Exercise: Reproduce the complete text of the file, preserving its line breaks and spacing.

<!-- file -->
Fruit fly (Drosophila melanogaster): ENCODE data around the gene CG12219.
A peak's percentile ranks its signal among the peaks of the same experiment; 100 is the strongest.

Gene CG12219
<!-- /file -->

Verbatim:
Fruit fly (Drosophila melanogaster): ENCODE data around the gene CG12219.
A peak's percentile ranks its signal among the peaks of the same experiment; 100 is the strongest.

Gene CG12219